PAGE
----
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Thousands gather at CSU Rec Center for Undie Run

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Thousands of students gathered outside the Student Recreation Center on Friday evening to relieve some stress before the start of finals week by running around campus in their undergarments.


Students jogged from the Colorado State University Rec Center through the Plaza and the Oval before ending back at the Rec Center, then they climbed on top of the volleyball net poles. Some female students climbed the poles and pulled their bras up at the crowd and faced no consequences due to a judge’s order that allows women to go topless in Fort Collins.

In previous years, the Undie Run was a charity event in which students would discard their clothes while running, and the clothes would be donated. However, the leftover clothing in recent years has caused around $15,000 in damage and cleanup costs and been taken to a landfill instead of donated.

In 2015 and 2016, the run was known as the Body Acceptance Run Extravagana, or B.A.R.E., to make the event safer for participants who experienced sexual assault by encouraging students to not touch anyone without consent. In 2016, the University encouraged students not to participate in the event, but students still showed up to the B.A.R.E. Run.

Though this year’s Undie Run was not officially organized by a student group, a Facebook page to promote the event was set up by a CSU student in hopes that someone would keep the tradition alive and encourage students to act responsibly.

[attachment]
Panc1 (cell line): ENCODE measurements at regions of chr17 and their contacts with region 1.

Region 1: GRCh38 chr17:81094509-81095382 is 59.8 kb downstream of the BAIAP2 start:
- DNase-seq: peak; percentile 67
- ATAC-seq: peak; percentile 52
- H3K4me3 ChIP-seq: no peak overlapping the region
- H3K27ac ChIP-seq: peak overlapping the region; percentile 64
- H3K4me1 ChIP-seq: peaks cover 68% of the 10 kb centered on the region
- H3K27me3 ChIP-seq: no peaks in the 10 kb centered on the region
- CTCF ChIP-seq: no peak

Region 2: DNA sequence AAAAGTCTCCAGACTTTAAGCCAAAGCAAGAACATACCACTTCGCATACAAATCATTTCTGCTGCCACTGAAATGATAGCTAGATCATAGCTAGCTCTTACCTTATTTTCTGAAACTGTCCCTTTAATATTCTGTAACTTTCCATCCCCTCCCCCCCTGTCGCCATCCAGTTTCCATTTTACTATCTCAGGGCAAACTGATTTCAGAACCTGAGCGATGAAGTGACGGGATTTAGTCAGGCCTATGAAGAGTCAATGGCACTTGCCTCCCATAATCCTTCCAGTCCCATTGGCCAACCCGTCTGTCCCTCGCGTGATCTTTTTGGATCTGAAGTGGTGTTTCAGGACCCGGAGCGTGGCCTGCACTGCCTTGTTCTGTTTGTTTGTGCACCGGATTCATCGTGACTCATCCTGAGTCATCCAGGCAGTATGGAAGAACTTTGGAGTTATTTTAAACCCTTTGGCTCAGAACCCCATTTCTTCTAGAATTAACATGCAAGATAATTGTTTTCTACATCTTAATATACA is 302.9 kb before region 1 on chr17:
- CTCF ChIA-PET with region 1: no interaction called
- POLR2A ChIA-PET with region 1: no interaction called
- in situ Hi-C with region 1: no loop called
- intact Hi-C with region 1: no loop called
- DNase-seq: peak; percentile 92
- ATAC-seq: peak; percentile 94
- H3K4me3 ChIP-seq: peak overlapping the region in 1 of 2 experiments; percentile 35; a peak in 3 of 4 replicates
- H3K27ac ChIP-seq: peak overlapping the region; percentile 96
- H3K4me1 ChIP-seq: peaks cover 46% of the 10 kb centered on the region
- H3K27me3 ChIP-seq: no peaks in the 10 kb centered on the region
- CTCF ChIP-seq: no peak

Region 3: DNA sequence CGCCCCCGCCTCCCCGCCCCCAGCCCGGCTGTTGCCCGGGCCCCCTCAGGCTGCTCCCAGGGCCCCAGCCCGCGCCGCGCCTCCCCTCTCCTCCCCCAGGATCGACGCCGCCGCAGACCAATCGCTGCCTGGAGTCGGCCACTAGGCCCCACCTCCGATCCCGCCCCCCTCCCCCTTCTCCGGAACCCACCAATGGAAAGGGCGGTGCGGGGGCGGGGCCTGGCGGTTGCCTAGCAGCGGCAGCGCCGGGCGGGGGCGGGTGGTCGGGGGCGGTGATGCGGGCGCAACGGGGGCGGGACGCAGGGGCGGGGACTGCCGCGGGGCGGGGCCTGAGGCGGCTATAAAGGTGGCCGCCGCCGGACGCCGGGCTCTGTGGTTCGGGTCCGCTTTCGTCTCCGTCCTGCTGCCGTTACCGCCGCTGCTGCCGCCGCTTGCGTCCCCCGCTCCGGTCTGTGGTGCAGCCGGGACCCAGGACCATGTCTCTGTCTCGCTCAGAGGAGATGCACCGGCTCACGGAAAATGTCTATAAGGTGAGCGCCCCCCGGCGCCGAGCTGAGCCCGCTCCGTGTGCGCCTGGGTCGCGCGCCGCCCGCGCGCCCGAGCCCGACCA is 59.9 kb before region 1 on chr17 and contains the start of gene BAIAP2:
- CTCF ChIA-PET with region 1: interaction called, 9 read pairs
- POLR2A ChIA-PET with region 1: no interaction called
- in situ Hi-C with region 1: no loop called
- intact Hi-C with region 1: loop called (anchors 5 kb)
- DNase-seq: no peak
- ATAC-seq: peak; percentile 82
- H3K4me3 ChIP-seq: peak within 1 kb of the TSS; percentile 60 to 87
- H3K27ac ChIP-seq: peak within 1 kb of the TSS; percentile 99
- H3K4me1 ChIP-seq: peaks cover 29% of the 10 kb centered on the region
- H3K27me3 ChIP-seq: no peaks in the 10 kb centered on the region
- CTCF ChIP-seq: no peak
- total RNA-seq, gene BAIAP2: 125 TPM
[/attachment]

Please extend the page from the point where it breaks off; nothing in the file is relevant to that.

“I don’t want people to destroy signs and cause a ruckus from previous years,” the student wrote in a statement to the Collegian. “I feel that it’s a time for students to come together and release some stress during dead week and have some fun. I made the event for them (B.A.R.E.) to realize how many people still want to do it.”

Another Facebook page encouraged students who planned to participate in the event to come to the Student Recreation Center in their underwear, avoid touching anyone else or causing damage to property, and to run along a designated path.

Zachary Klos, a sophomore biology major, said he did not know about the event last year, which prevented him from participating in the run.

“I lived in Westfall, and then the run went by, and I thought, ‘What’s going on down there?'” Klos said. “I eventually found out.”

Klos said his friend convinced him to participate in the run this year, but he also felt it was important to his experience at Colorado State University.


“It just seems like something you should do before you graduate,” Klos said. “It’s kind of a campus wide event.”

Klos said he decided to particpate this year despite having some reservations about the run.

“I might as well participate. It’s college,” Klos said. “I wasn’t 100 percent sure (if) I wanted to do it this year or next year … but I just decided, ‘why not?'”

Like Klos, sophomore statistics major Alex Hopkins discovered the run as it was happening last year.

“I accidentally watched it last year,” Hopkins said. “I was on my way to the Rec, and I forgot about it.”

Hopkins attended this year’s Undie Run because she felt it was entertaining to watch.

“One reason (I didn’t participate) is because I don’t like to run,” Hopkins said. “I want to join in the fun (but) with having clothes on. I feel like (watching) it might be a way to build up courage to see what it’s really like.”

Collegian news reporter Haley Candelario can be reached at or on Twitter @H_Candelario98.

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